SPRING LAKE — More than 200 participants set off against winds and currents Saturday to go the distance in the annual Spring Lake Ocean Mile Swim.
The sky was the kind of gray that only a morning following a bout of rain could bring, and the choppy waves reflected the day’s windy conditions.
Swimmers of all ages gathered at the beach from the Sussex Avenue entrance, donning swim caps, goggles, an electronic ankle chip to keep time, and even wetsuits. A handful of swimmers warmed up in the ocean, many could be seen stretching, and all were enjoying the company of their fellow swimmers around them as they waited for the signal to begin the mile-long swim.
According to borough Chief Lifeguard Tony Hipsley, about 24 lifeguards were stationed across the course, with two lieutenants on the PWC jet ski and four to five lifeguards at each jetty that the swimmers passed, all working to monitor and ensure the safety of the participants.
At 8 a.m., the countdown was made and the participants were off, heading straight into the waves on the northward course. The boardwalk was lined with onlookers, with some getting in their cars to drive down to the finish line, and others enjoying the warming weather and walking the mile alongside the swimmers.
The beach at the North End Pavilion soon became filled with an anticipatory crowd, sitting in beach chairs or standing at the edge of the water in wait as participants swam into waves and against currents. The Split Second Racing organization waited with a blow-up finish line for the swimmers to race through, and technology that would calculate the swimmers’ exact times.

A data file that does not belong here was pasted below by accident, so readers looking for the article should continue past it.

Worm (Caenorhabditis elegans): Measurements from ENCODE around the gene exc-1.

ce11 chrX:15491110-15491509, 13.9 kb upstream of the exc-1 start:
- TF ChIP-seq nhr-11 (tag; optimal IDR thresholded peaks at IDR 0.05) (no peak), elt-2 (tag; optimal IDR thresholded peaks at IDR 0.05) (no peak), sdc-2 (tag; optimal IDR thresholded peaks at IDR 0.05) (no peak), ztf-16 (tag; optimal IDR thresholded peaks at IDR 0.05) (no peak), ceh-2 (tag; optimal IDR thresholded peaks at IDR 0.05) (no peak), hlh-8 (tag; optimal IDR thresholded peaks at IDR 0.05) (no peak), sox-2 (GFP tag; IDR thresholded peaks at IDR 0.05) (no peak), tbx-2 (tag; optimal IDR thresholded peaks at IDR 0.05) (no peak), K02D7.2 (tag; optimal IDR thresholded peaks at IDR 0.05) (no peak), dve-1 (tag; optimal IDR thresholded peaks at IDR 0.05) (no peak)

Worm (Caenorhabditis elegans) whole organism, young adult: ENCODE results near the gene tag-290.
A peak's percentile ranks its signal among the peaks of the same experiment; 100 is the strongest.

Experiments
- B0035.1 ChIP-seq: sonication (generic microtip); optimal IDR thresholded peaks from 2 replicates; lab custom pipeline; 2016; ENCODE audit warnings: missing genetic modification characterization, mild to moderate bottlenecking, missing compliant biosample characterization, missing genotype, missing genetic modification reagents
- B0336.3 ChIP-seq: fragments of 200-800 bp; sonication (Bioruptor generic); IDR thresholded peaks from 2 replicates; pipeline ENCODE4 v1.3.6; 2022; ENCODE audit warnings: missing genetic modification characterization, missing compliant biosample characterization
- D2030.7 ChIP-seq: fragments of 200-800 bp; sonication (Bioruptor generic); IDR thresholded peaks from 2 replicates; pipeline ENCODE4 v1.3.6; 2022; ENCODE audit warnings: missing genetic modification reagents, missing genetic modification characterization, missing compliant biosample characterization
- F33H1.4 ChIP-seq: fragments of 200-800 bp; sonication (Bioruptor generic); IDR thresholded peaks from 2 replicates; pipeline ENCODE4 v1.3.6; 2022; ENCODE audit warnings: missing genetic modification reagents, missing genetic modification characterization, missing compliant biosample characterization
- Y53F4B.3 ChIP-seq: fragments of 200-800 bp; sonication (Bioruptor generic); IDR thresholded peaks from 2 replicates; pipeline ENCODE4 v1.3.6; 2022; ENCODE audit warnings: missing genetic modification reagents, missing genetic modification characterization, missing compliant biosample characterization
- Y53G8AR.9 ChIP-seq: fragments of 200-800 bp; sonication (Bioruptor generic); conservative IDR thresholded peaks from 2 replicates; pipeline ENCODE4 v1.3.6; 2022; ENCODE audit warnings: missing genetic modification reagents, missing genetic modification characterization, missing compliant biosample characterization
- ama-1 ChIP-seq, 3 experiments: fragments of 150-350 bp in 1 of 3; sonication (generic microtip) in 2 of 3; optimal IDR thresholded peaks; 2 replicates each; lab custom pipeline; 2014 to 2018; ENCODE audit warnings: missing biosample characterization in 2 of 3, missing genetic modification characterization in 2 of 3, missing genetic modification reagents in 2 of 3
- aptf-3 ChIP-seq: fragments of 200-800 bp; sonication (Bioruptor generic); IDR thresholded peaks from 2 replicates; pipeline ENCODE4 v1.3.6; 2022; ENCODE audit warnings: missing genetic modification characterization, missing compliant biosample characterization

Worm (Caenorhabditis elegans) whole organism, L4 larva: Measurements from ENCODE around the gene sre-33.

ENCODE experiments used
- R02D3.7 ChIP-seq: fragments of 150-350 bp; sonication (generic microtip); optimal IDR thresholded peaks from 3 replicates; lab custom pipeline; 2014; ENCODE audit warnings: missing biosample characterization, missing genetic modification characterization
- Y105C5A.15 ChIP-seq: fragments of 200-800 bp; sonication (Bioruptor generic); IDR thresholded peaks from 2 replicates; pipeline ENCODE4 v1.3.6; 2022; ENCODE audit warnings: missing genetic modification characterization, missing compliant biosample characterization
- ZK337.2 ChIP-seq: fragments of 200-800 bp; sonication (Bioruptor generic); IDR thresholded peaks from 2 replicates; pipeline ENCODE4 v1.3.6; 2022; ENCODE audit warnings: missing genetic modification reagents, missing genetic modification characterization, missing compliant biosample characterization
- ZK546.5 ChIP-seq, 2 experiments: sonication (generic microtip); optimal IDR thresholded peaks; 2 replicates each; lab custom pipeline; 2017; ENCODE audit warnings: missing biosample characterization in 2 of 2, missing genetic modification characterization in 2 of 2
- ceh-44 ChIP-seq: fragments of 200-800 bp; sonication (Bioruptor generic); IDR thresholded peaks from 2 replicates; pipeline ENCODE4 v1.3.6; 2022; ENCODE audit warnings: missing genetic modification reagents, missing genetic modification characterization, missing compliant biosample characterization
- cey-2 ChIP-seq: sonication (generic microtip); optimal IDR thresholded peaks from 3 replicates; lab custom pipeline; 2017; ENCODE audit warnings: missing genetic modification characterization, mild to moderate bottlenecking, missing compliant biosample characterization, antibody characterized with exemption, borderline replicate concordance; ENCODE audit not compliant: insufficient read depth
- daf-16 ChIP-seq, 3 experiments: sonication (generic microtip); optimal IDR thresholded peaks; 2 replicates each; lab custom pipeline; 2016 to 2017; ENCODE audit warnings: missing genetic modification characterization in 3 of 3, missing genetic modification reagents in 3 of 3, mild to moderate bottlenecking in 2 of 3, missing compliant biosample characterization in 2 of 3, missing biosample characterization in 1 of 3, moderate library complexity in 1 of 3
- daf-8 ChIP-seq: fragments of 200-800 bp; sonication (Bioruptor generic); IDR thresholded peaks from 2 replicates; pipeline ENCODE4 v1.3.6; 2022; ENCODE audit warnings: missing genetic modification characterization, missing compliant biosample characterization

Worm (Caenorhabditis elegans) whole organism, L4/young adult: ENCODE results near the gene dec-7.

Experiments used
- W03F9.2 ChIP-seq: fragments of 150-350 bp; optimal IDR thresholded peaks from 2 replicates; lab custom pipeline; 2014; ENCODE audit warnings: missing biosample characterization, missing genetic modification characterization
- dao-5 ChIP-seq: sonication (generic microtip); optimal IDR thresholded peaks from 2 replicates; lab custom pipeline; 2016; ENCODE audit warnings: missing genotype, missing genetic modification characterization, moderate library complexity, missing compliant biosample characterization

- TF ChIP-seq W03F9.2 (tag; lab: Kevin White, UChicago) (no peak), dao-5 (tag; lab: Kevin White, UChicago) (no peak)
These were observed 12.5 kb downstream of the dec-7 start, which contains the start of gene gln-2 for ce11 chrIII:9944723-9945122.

The first to race through the finish line was Mitchell Cullen, an incoming senior at St. Rose High School, with a time of 28:46. Frankie Prekop followed nearly a minute behind, and Jerry O’Mara followed him with a similar gap in time. Danielle Prekop, the first-place female swimmer, finished with a time of 30:49.
The rest of the swimmers filtered through in a two-hour time period, a stark comparison to the last year’s timings, where only one competitor finished with a time over 50 minutes– a testament to the harsh conditions they were faced with.
The event concluded with an awards ceremony led by Borough Administrator Bryan Dempsey, who announced the top 15 participants in both female and male categories.
“We have some terrific swimmers here, both young and old, and we’re happy to have them,” Mayor Jennifer Naughton told The Coast Star. “It’s a tradition for the summer.”
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